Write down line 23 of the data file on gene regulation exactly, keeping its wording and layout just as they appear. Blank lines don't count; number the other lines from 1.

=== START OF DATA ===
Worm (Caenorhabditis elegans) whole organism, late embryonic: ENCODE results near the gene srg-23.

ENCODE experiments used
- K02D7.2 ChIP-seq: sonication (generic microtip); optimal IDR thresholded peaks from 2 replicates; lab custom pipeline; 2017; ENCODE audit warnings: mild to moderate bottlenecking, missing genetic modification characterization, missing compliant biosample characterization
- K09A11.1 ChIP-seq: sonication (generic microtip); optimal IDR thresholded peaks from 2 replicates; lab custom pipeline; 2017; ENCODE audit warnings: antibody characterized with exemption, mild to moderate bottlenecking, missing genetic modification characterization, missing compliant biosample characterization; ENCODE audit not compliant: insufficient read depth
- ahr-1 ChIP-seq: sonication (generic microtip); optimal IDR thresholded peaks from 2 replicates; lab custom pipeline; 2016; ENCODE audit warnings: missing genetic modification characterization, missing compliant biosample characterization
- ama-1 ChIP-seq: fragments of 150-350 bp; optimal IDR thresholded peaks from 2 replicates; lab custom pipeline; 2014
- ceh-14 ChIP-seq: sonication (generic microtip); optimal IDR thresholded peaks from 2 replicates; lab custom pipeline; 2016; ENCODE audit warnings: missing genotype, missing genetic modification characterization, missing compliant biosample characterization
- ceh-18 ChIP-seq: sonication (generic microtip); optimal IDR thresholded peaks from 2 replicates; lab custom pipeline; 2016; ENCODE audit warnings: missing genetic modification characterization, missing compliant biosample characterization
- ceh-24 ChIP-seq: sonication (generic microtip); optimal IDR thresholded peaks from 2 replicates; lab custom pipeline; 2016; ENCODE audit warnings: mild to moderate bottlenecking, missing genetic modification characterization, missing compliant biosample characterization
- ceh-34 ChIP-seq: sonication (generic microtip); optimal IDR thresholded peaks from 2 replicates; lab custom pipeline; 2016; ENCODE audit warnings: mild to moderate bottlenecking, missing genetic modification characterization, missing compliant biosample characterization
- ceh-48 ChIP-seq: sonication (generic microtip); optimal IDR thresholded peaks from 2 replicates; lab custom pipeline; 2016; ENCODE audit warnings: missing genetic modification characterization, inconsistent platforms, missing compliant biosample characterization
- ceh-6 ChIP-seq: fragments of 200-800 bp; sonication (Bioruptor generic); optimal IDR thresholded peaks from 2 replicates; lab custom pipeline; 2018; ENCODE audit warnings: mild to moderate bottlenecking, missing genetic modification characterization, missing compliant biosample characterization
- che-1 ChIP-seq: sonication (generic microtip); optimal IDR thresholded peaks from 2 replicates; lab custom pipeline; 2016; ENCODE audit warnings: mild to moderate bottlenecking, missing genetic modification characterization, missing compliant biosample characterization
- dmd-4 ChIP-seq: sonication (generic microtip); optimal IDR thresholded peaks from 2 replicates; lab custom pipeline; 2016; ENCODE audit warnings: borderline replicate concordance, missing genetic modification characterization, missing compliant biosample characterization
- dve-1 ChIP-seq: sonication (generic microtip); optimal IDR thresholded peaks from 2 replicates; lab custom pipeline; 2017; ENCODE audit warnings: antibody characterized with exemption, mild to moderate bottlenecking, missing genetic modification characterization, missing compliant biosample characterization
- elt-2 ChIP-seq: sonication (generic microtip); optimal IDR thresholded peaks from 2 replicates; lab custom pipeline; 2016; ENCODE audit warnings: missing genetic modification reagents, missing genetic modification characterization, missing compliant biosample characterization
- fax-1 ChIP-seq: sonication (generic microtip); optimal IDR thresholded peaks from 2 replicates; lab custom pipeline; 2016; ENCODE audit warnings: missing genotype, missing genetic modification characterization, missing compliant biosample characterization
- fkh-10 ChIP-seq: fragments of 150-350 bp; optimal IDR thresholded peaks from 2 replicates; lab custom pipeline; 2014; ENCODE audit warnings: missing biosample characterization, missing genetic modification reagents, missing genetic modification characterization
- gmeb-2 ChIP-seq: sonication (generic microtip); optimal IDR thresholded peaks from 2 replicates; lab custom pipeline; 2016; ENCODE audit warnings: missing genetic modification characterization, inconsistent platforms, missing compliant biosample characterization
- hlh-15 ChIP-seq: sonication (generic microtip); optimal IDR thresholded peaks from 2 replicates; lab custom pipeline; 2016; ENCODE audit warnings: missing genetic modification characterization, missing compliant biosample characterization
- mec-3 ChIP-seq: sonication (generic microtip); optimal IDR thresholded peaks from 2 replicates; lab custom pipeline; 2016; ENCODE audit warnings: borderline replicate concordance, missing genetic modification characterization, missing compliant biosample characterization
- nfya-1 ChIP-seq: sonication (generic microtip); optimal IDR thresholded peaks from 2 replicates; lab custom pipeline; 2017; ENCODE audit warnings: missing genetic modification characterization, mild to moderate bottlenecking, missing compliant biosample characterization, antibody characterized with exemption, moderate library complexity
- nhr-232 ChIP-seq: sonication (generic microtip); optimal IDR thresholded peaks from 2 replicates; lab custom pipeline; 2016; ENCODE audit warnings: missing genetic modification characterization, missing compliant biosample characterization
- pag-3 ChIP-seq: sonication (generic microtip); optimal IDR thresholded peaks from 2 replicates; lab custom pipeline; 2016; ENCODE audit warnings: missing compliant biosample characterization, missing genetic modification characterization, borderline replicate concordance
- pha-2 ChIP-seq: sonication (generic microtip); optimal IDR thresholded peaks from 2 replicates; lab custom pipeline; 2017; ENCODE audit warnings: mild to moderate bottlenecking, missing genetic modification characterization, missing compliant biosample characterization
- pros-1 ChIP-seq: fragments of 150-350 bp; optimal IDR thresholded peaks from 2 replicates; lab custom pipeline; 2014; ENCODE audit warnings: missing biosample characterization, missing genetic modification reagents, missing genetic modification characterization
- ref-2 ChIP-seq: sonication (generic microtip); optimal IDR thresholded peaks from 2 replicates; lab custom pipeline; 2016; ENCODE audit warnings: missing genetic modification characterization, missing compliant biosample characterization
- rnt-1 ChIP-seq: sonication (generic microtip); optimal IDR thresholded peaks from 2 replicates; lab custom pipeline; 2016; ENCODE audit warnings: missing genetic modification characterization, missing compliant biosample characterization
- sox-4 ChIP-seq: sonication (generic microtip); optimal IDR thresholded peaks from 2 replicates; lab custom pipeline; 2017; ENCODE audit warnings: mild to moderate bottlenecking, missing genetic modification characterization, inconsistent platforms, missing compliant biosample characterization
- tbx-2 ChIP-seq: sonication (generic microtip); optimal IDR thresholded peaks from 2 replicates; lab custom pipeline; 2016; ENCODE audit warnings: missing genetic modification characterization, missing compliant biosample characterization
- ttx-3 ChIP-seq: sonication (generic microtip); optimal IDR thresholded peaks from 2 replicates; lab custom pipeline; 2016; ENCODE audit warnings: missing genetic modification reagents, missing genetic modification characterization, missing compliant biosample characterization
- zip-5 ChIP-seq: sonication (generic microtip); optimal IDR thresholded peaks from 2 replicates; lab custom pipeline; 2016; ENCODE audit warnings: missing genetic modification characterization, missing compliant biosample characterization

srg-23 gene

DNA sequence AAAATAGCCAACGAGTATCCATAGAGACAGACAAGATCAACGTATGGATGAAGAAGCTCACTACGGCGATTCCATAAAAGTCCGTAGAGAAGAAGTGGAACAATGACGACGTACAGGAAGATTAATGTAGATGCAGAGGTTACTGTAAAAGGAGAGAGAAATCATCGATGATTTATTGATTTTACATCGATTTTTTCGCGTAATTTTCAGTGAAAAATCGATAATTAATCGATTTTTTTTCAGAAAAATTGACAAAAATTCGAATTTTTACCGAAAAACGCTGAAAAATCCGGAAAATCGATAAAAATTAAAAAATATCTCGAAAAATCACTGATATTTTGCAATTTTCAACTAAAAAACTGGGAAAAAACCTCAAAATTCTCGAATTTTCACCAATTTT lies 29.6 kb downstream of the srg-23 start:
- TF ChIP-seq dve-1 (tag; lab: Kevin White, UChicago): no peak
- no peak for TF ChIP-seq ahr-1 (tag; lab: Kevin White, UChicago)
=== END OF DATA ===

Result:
- nhr-232 ChIP-seq: sonication (generic microtip); optimal IDR thresholded peaks from 2 replicates; lab custom pipeline; 2016; ENCODE audit warnings: missing genetic modification characterization, missing compliant biosample characterization